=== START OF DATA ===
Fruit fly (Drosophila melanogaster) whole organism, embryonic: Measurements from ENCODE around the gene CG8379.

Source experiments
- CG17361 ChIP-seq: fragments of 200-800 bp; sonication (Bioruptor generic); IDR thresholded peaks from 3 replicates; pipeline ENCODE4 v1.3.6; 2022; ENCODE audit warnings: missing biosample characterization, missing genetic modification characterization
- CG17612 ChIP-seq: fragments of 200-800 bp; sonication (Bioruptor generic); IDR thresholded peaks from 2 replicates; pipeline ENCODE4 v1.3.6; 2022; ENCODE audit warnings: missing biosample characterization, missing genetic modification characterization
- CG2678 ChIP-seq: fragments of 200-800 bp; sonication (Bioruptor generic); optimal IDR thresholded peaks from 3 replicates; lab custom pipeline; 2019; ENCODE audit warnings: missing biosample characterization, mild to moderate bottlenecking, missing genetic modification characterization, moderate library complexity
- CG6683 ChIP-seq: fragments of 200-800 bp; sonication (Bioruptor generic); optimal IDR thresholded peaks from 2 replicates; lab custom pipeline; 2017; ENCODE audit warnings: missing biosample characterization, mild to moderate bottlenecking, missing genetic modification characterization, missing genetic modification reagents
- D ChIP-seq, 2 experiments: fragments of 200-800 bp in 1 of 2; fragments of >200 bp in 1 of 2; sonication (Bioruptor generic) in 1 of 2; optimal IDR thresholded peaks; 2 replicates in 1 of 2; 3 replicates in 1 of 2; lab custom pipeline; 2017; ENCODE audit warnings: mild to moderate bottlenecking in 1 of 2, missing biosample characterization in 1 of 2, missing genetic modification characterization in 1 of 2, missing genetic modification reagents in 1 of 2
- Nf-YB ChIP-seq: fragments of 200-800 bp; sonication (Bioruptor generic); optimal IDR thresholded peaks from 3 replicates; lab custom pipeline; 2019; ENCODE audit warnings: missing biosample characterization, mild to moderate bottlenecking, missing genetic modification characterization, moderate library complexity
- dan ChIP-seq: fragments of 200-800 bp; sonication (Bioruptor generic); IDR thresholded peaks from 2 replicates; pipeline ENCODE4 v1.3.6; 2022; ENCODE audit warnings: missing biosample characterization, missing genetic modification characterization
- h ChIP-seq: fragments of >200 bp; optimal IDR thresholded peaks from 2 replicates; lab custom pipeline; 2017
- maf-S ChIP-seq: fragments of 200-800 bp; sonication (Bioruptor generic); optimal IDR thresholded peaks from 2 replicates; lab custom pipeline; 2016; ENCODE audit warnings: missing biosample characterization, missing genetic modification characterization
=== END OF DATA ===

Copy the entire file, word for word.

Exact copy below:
Fruit fly (Drosophila melanogaster) whole organism, embryonic: Measurements from ENCODE around the gene CG8379.

Source experiments
- CG17361 ChIP-seq: fragments of 200-800 bp; sonication (Bioruptor generic); IDR thresholded peaks from 3 replicates; pipeline ENCODE4 v1.3.6; 2022; ENCODE audit warnings: missing biosample characterization, missing genetic modification characterization
- CG17612 ChIP-seq: fragments of 200-800 bp; sonication (Bioruptor generic); IDR thresholded peaks from 2 replicates; pipeline ENCODE4 v1.3.6; 2022; ENCODE audit warnings: missing biosample characterization, missing genetic modification characterization
- CG2678 ChIP-seq: fragments of 200-800 bp; sonication (Bioruptor generic); optimal IDR thresholded peaks from 3 replicates; lab custom pipeline; 2019; ENCODE audit warnings: missing biosample characterization, mild to moderate bottlenecking, missing genetic modification characterization, moderate library complexity
- CG6683 ChIP-seq: fragments of 200-800 bp; sonication (Bioruptor generic); optimal IDR thresholded peaks from 2 replicates; lab custom pipeline; 2017; ENCODE audit warnings: missing biosample characterization, mild to moderate bottlenecking, missing genetic modification characterization, missing genetic modification reagents
- D ChIP-seq, 2 experiments: fragments of 200-800 bp in 1 of 2; fragments of >200 bp in 1 of 2; sonication (Bioruptor generic) in 1 of 2; optimal IDR thresholded peaks; 2 replicates in 1 of 2; 3 replicates in 1 of 2; lab custom pipeline; 2017; ENCODE audit warnings: mild to moderate bottlenecking in 1 of 2, missing biosample characterization in 1 of 2, missing genetic modification characterization in 1 of 2, missing genetic modification reagents in 1 of 2
- Nf-YB ChIP-seq: fragments of 200-800 bp; sonication (Bioruptor generic); optimal IDR thresholded peaks from 3 replicates; lab custom pipeline; 2019; ENCODE audit warnings: missing biosample characterization, mild to moderate bottlenecking, missing genetic modification characterization, moderate library complexity
- dan ChIP-seq: fragments of 200-800 bp; sonication (Bioruptor generic); IDR thresholded peaks from 2 replicates; pipeline ENCODE4 v1.3.6; 2022; ENCODE audit warnings: missing biosample characterization, missing genetic modification characterization
- h ChIP-seq: fragments of >200 bp; optimal IDR thresholded peaks from 2 replicates; lab custom pipeline; 2017
- maf-S ChIP-seq: fragments of 200-800 bp; sonication (Bioruptor generic); optimal IDR thresholded peaks from 2 replicates; lab custom pipeline; 2016; ENCODE audit warnings: missing biosample characterization, missing genetic modification characterization